Whether you are in human resources, communications, sales, underemployed or unemployed, you will hear the mantra “Network, network, network!” over and over again. Introverts may recoil with fear and claim that this tactic is not a match for your personality type. More outgoing individuals will dismiss the idea as something that comes naturally to someone with an extraverted personality. You are both wrong. The one thing that is important no matter who you are or what is ticking in your brain is that social interaction with other people is a necessary part of life. Being a recluse or being a zealot are extremes on the sociability spectrum and most people really lie somewhere in between. Acknowledging your abilities and training them to make the best presentation of yourself is the only way to answer the cry to “Network, network, network!”
- Recognize the need to adapt your presentation to your particular personality type. Introversion is not a handicap, so if you self identify with this group it’s OK. In fact being an extravert can be obnoxious in certain circumstances, so if you are in this group you may have to dial back the enthusiasm since everyone is not like you. One trait of an introvert is that they are generally very good listeners and extraverts are natural talkers. Work these talents to your benefit.
- Like anything else that is important, planning is the key to successful networking. Simply accumulating large numbers of contacts is not the goal. Decide on the immediate and long term benefits of your network and allocate your time accordingly. Always say yes to any networking opportunity, but later sort out the priorities and place primary focus on mutually benefitting relationships.
- Online social networking platforms are a good way to break the ice. Initial contacts are not hard to make in social media and this is a good sandbox for determining the lasting value of a contact. Never make a first approach by leading with your needs, but talk in terms of the other person’s interests or dialog about a common sense of needs or values.
- Don’t overdo it. Conferences, meetings, association gatherings and meet-ups are valuable resources that may be uncomfortable for some people… if not you, perhaps for others. Remember that the objective is to form essential networking partnerships and not to alter your personality or anyone else’s.
- You are not alone, or at least you shouldn’t be. Attend networking events with someone else and compare notes before, during and after. If you must go alone, find a networking buddy early in the event timeline and work the room together. It is a confidence builder as well as a check on information being heard. Take turns introducing each other.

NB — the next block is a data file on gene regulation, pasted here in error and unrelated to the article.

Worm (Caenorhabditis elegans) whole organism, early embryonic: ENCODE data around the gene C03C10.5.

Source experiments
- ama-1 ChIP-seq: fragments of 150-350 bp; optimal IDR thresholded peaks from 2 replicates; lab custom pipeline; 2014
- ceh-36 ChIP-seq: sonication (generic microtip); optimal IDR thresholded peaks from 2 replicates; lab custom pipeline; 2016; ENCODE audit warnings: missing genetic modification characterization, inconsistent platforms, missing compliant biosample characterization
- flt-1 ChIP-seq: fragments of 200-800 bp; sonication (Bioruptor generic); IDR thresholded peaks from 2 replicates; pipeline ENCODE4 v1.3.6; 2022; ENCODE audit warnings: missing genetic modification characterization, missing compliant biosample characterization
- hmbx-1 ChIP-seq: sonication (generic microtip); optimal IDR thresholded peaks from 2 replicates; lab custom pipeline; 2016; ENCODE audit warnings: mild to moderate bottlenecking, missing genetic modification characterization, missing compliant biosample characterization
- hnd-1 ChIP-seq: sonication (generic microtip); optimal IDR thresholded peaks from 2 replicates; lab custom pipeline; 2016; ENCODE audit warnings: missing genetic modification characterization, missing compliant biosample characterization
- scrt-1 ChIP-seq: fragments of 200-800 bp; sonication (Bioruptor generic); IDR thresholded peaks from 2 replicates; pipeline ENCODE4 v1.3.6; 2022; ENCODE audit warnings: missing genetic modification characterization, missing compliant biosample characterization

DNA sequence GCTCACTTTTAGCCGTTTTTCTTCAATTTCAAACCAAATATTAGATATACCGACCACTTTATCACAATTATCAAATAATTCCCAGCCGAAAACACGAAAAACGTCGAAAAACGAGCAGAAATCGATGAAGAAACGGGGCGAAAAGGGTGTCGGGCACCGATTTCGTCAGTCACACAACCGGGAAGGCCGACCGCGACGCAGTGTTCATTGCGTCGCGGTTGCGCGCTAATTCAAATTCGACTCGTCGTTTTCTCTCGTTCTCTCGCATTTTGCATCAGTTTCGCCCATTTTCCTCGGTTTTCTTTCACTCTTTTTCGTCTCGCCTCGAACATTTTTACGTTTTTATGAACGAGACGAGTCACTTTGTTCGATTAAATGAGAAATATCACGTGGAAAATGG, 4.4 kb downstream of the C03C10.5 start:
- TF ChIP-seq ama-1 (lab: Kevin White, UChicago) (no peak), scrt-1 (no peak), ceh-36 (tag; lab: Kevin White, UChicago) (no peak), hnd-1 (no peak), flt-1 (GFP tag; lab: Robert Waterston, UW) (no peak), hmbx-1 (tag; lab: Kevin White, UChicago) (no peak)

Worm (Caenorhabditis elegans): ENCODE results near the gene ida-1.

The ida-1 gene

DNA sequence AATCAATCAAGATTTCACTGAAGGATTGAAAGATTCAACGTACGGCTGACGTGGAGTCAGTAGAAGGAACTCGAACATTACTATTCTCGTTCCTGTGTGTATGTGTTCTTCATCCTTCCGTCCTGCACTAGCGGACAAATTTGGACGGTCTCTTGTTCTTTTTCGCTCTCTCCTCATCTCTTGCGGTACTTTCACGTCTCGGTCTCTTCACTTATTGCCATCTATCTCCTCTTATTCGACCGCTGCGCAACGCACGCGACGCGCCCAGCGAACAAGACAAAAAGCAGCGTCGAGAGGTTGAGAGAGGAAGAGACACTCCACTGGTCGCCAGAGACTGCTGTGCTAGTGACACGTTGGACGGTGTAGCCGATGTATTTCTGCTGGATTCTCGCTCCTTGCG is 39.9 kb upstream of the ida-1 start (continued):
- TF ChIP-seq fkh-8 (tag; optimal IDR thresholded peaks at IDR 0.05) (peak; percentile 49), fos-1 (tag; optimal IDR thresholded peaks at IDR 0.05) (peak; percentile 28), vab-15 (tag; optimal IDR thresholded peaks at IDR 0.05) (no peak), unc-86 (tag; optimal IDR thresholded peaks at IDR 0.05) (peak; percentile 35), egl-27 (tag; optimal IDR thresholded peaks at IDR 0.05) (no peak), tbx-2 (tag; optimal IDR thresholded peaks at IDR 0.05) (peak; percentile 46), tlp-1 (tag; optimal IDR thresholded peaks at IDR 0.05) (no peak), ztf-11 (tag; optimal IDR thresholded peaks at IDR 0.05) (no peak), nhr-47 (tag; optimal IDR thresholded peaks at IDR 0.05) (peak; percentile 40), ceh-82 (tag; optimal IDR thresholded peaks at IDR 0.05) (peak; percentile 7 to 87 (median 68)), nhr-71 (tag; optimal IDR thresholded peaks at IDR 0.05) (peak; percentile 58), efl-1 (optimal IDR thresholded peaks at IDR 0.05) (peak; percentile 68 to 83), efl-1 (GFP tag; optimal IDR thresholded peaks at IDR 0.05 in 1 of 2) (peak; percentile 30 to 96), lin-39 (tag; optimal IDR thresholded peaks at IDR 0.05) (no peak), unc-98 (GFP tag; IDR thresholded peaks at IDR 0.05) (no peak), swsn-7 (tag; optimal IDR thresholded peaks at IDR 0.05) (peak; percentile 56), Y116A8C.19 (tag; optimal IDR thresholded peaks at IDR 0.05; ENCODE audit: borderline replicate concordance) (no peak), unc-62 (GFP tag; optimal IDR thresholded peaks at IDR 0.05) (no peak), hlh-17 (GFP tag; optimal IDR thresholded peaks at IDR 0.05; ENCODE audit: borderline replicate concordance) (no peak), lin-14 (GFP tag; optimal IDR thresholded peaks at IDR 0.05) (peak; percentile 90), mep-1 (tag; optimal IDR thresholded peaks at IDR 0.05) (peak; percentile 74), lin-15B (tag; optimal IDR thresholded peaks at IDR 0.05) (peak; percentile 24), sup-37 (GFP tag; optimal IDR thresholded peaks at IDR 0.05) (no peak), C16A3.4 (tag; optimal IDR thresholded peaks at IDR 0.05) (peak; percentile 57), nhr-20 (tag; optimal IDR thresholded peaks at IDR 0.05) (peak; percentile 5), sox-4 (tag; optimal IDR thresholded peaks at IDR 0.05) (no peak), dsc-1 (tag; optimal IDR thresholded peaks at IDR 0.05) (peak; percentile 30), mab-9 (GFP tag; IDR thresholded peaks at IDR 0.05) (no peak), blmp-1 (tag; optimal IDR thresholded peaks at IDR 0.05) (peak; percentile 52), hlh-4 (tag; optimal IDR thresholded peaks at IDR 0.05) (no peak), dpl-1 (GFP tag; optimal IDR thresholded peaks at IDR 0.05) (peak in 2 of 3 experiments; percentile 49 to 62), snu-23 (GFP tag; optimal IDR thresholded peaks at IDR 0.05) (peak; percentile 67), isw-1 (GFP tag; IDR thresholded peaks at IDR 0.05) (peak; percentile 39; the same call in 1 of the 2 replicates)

- You don’t have to be the center of attention. A large gathering is really composed of smaller groups. Looking around, you will usually see less than six individuals naturally forming into impromptu groups. Larger groupings make it more difficult to hear accurately or talk effectively, so be the steering wheel that splits larger groups or joins smaller ones.
- A good mindset to carry you through a networking event is to role play as the host. Greet everybody who joins and introduce people to each other. You will usually find that they will reciprocate and you will meet others without having to approach them.
- Body language counts. This is not just as a visible sign for others to see, but is beneficial for you as well. Studies show that practice in standing tall and making eye contact improves confidence as well as creating a visible sign of self assuredness to others. Smile as if your face will explode if you don’t let it out.
- Stand out. Avoid walls, especially corners, and gravitate toward the center of the room. Regardless of your everyday attire, dress to be seen without being outlandish. Trade bland socially camouflaged garb with something that has a splash of color.
- Conversation is not about you or what you know, so don’t go there. Ask questions about the other person’s opinion or impression on any available topic of mutual interest and never “one-up” them with a better story. Allow them to be impressed rather than trying to make them impressed.
- Whether virtual or live, make them want to come to you. If you are confident, personable and minimally not boring you are on track to forming a favorable first impression. Remember that you are not the only one looking for somebody to engage, so be engageable. Fish and be a fished.
- Remember the rule of mind over matter… and alcohol matters and they will mind. Meeting for a drink may be socially acceptable, but overindulgence leaves an entirely different brand message. Be the person that people will call later for information and advice, not the one they talk about afterward.
Networking is so essential to being successful that a one-size-fits-all plan will usually not work. You may need a conglomeration of many overlapping social networks to meet all of your needs. Personal, business, career and functional networks combine people’s talents into a total collaboration of thoughts and ideas.
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